How to create amazing product shots for under $50 bucks

June 28, 2014


You’ve definitely seen it before. An apple iPhone or Macbook floating in a white cloud, with a diagonal reflective line down the center.

Recently we needed to take a few shots of SnapJet and I couldn’t help but wonder if we could snag that effect for our printer. We decided to experiment a little and…


It turns out the effect is really easy (almost too easy!). You can also do it with your smartphone for under $50 bucks in less than a day. Here’s how:

1) Get a (cheap) light tent. ($17)

The “floating on a white cloud” effect is cake using a light tent. This is a wire-box with stretchy nylon or polyester fabric on each face. It diffuses incoming light to eliminate shadows and specular reflections. I can’t see any reason to spend more than 20 bucks on this, unless you need a giant one. We picked up a “Neewer 24x24x24″ tent for $17.45 on Amazon: 

If you really want to go cheaper than that, you build the tent using this excellent guide: 

Personally, I didn’t want to spend a day running around for parts and putting this whole thing together just to save $17. I also wanted something I could collapse and put away. Here’s our setup:


2) Get 2 full spectrum bulbs. ($14 or $24). Lights are probably the most important part of the setup. We chose $12 dollar 65 watt bulbs just to be on the safe side, but I’m pretty sure you can go lower if you don’t want to spend that. You’ll want full spectrum fluorescent bulbs. Here are two options:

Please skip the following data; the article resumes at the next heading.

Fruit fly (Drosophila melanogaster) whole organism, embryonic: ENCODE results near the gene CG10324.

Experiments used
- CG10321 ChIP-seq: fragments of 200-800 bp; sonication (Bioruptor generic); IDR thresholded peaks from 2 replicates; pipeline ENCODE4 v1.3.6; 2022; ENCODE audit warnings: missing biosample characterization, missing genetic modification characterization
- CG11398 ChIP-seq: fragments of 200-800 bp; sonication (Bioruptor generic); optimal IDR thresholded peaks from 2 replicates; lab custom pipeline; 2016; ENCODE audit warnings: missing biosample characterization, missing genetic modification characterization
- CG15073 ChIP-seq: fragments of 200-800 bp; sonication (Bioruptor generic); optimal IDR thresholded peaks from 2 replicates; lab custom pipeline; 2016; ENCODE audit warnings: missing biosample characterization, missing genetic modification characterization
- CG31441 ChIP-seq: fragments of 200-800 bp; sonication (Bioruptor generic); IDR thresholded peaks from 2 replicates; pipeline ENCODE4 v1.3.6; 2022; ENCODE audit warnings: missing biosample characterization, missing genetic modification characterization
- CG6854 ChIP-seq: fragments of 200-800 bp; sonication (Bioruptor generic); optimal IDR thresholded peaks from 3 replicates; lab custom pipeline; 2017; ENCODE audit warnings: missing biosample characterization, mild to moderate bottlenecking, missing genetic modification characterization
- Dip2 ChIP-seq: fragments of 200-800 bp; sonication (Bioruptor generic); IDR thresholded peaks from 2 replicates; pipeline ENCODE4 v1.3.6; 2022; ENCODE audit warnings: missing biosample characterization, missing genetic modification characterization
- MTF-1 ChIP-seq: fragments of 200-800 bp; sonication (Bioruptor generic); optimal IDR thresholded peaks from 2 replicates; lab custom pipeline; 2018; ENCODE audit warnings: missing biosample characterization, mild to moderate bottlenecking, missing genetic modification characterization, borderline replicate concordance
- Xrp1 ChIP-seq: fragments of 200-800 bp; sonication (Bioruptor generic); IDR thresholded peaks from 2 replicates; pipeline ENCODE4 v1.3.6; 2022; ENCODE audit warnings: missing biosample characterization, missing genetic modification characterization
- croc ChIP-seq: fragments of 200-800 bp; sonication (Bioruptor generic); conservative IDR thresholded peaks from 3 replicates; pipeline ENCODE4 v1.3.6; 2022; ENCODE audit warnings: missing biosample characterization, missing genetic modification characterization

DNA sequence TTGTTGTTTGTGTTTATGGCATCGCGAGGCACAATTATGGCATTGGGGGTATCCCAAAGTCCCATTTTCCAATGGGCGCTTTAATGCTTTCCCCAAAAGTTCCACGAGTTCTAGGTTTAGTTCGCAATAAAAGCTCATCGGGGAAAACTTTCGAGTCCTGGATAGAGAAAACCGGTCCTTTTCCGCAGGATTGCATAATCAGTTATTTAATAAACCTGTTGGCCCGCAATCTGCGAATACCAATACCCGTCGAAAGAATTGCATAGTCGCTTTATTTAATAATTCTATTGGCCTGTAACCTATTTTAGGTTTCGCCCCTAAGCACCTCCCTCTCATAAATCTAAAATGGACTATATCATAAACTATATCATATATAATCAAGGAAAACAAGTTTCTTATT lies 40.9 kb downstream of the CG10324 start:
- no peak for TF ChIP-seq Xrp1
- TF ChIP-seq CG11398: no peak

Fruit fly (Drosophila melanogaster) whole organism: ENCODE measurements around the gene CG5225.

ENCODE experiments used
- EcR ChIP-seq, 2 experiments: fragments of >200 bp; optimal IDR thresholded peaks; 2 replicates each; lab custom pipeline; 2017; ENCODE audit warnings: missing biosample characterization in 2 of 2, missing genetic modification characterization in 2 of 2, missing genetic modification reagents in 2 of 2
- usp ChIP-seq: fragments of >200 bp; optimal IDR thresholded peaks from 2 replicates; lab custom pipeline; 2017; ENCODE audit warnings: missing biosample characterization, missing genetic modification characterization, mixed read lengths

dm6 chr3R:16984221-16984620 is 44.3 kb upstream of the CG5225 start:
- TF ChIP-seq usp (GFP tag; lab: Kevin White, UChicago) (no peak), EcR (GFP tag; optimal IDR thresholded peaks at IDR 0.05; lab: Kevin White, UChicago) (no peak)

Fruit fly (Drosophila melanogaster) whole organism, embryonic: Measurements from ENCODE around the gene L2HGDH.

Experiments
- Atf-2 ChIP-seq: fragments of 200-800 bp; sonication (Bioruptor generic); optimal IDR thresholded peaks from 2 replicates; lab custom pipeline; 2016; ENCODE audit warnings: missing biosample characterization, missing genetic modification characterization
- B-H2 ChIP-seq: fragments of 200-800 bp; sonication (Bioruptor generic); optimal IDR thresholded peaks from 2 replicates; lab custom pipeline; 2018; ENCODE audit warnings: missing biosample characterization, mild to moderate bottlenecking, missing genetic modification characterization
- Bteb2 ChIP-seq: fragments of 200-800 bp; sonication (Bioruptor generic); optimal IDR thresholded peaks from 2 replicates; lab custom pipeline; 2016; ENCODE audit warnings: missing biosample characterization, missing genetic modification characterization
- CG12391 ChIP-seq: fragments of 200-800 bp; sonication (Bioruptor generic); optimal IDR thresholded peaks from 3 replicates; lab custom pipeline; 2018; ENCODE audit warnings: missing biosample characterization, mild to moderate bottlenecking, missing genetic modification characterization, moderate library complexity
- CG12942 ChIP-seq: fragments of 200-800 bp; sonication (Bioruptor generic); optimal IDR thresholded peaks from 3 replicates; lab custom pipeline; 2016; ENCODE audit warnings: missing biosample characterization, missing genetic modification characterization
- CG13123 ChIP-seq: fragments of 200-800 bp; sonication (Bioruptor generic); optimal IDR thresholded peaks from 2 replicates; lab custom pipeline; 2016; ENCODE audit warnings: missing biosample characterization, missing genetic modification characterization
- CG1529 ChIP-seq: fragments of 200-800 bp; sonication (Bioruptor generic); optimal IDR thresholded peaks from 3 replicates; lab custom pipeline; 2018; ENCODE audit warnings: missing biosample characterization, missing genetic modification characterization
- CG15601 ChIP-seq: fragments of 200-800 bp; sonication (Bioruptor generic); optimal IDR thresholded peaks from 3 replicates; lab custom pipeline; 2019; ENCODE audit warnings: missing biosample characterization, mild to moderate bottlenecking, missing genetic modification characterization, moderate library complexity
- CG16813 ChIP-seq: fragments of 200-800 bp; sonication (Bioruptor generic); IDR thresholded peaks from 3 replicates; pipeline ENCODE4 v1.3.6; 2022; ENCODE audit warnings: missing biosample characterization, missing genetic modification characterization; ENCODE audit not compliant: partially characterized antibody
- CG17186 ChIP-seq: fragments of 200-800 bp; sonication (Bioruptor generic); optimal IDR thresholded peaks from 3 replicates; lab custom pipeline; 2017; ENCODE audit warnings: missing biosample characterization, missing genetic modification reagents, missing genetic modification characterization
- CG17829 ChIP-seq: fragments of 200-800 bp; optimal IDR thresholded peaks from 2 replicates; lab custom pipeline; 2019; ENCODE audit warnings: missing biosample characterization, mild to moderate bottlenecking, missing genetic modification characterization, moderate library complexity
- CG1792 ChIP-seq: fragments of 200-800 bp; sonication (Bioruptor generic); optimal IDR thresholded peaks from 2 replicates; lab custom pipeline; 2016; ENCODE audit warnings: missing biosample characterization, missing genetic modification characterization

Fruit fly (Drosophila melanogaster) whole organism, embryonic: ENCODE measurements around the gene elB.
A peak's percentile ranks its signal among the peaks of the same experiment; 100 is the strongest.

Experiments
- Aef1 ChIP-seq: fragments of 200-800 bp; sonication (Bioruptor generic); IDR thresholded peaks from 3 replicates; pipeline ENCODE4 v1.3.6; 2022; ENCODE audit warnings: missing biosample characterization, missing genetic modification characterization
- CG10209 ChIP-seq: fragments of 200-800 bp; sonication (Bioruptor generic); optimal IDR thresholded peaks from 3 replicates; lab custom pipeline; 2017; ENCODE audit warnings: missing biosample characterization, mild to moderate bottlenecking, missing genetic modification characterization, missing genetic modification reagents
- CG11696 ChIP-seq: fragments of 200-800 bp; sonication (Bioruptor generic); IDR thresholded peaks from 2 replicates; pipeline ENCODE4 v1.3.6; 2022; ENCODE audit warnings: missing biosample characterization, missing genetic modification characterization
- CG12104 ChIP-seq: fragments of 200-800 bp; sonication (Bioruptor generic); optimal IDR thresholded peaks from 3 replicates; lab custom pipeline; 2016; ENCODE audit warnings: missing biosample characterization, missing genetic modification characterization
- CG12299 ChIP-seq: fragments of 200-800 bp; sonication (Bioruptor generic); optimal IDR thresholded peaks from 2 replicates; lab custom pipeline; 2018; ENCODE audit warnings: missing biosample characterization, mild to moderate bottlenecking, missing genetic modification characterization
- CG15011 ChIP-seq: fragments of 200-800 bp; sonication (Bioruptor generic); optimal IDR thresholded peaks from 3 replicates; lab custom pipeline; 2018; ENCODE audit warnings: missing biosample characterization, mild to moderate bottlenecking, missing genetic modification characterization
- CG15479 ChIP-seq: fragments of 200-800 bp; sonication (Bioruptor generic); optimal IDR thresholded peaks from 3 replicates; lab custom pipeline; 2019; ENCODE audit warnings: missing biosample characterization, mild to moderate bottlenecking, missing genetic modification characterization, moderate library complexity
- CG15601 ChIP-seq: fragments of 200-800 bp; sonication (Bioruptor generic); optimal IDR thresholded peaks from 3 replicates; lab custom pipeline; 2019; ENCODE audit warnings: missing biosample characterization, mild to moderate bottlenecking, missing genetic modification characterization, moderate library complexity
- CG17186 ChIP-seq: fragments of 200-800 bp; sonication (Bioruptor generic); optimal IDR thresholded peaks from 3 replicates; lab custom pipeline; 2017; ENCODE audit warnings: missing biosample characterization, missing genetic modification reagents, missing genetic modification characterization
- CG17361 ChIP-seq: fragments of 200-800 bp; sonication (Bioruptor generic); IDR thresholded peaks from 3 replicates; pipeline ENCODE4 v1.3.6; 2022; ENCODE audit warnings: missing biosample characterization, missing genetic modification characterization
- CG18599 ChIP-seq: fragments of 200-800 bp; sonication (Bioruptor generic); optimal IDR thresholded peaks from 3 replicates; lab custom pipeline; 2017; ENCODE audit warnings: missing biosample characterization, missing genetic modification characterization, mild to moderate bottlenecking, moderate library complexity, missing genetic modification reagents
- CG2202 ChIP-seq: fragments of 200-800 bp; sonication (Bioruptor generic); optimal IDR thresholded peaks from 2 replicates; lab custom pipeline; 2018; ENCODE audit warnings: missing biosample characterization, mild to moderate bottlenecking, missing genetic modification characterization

or slightly higher wattage:


3) Get 2 clamp lights ($14)

Don’t need to get fancy here, just plain old sockets from Home Depot with clamps will do. There is some issue with dimmer switches to be aware of, but any sockets will do. These are $7 a piece:

*note* if you don’t want to hassle with DIY lighting and are willing spend $40, you might want to consider a lighting kit like this instead of getting bulbs and clamps separately:

We clamped ours to some high chairs, but as long as they face the sides of the light tent you can place them however you like.


4) Put aluminum foil around the bulbs. Yes, aluminum foil. This is a DIY reflector to guide all the light onto the face of the tent. Our shots certainly didn’t need any expensive reflectors, foil works wonderfully. Yes it looks a little tacky, but who cares since its not in the shot? You can also fiddle with the shape if you want a narrower or wider beam.

5) Cut out 1-2 rectangular black cards

This is the secret to those cool diagonal reflective lines. Got this gem from a good friend at the USC film school. Basically you tape strings or wire to each end of the any old oaktag or construction paper. Then adhere them to the top of the light tent. You can now position the cards so that they selectively block out a square of light on your product.


I found the very best way to adhere the wire to the tent is to use two small magnets on either side of the fabric that clip together. This way you can move the cards in all directions until you position it precisely where you want it. (Taping makes it hard to move around, and you’ll probably do a little shuffling before you get it right.) I also put a knot in each wire that I can pull on to raise or lower a card.



Poof, that’s it. You now have everything you need to get those sleek Apple-like product photos.

We used a table vise like this to steady the iPhone while we shot some spinning movies:

But that’s optional. For still images you’ll get great shots with just a phone camera.



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